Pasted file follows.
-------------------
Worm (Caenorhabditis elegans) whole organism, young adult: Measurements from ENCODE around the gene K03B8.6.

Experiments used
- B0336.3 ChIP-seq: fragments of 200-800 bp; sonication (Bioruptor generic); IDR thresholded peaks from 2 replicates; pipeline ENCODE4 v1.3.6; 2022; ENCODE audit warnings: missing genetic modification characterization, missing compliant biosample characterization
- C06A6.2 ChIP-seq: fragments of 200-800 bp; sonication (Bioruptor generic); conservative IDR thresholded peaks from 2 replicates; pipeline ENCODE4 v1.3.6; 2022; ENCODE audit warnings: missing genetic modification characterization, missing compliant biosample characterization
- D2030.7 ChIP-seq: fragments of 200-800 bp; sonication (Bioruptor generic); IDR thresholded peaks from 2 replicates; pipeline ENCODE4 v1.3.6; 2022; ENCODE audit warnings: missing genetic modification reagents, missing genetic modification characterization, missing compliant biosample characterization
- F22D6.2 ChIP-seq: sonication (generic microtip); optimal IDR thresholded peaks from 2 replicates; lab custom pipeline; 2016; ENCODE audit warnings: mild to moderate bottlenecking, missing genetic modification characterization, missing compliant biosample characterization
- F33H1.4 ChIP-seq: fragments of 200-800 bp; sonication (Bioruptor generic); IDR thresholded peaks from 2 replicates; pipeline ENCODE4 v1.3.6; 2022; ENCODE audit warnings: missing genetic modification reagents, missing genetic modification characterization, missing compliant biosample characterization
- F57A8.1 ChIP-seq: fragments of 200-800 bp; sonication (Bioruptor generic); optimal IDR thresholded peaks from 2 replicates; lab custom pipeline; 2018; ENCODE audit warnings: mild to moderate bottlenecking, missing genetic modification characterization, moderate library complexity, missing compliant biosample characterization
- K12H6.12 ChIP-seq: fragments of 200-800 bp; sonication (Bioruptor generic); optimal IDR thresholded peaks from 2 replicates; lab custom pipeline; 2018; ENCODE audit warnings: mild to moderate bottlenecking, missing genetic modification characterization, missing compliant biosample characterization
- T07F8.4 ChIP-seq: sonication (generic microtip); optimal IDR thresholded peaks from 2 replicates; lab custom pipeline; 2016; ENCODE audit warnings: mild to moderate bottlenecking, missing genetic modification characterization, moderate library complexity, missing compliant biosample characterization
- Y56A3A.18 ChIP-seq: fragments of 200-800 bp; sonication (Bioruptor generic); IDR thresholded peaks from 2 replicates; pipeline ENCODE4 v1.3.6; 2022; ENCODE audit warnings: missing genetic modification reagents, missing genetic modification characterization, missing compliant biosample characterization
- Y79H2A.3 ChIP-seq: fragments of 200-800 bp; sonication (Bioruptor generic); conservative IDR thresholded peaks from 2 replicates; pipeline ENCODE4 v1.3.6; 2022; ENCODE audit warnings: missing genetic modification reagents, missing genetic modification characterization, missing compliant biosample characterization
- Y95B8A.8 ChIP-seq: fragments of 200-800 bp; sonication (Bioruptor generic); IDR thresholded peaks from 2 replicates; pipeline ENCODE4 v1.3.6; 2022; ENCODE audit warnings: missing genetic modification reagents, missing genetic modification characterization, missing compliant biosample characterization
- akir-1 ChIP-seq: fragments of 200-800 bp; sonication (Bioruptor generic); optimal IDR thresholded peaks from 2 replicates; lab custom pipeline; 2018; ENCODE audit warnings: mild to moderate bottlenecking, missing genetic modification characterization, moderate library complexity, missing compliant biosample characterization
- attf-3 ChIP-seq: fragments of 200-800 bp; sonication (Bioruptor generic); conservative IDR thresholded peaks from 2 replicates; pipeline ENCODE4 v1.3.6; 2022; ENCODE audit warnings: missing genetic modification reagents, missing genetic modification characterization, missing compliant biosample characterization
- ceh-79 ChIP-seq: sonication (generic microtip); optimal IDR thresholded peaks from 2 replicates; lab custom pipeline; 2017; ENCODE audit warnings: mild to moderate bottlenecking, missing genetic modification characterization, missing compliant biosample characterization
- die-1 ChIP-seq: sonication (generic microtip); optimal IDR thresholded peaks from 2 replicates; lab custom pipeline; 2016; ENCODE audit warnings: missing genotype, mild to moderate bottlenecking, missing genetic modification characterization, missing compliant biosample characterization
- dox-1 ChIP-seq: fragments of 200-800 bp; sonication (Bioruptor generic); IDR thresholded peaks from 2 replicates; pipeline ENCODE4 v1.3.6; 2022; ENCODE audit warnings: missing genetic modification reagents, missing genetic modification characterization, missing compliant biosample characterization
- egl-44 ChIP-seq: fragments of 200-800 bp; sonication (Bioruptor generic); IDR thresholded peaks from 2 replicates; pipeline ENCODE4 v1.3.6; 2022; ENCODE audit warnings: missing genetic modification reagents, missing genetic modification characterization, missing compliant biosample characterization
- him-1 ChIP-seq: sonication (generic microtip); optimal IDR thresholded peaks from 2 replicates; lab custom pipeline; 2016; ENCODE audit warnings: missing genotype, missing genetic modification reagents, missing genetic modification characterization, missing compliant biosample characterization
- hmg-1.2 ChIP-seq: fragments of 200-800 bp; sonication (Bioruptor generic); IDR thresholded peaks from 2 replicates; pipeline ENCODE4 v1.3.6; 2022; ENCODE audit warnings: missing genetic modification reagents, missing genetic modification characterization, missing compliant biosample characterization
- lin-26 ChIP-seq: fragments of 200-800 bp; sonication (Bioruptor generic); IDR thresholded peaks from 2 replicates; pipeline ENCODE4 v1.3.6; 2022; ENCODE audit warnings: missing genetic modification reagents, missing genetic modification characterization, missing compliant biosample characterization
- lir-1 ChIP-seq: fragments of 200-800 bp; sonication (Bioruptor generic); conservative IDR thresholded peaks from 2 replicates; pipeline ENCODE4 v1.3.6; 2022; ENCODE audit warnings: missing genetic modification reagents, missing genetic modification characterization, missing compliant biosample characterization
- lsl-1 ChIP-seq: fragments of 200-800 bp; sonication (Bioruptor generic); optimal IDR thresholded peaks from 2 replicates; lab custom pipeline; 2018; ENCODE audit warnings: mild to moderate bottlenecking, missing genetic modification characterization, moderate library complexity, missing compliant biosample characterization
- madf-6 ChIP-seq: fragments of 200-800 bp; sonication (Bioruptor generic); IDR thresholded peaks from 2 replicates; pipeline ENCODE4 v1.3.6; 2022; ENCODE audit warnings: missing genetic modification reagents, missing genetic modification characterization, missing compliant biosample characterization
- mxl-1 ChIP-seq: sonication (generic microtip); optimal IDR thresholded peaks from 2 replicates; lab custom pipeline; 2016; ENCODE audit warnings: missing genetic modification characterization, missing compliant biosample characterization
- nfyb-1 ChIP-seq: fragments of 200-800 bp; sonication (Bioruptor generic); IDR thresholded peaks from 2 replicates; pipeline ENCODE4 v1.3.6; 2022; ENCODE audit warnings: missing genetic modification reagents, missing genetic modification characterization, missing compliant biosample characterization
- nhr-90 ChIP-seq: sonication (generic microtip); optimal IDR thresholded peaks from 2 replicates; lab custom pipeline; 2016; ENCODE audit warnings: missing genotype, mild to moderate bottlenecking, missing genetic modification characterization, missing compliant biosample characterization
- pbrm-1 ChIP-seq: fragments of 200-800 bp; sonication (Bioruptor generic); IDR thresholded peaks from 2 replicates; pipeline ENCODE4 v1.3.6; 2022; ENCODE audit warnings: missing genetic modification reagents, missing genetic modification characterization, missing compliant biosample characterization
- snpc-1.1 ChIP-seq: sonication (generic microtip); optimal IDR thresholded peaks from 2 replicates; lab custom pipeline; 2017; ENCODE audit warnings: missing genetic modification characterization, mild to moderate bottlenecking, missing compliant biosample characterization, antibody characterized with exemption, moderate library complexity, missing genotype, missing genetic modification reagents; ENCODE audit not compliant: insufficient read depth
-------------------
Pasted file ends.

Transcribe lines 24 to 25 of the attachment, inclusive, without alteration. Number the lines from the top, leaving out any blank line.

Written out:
- lsl-1 ChIP-seq: fragments of 200-800 bp; sonication (Bioruptor generic); optimal IDR thresholded peaks from 2 replicates; lab custom pipeline; 2018; ENCODE audit warnings: mild to moderate bottlenecking, missing genetic modification characterization, moderate library complexity, missing compliant biosample characterization
- madf-6 ChIP-seq: fragments of 200-800 bp; sonication (Bioruptor generic); IDR thresholded peaks from 2 replicates; pipeline ENCODE4 v1.3.6; 2022; ENCODE audit warnings: missing genetic modification reagents, missing genetic modification characterization, missing compliant biosample characterization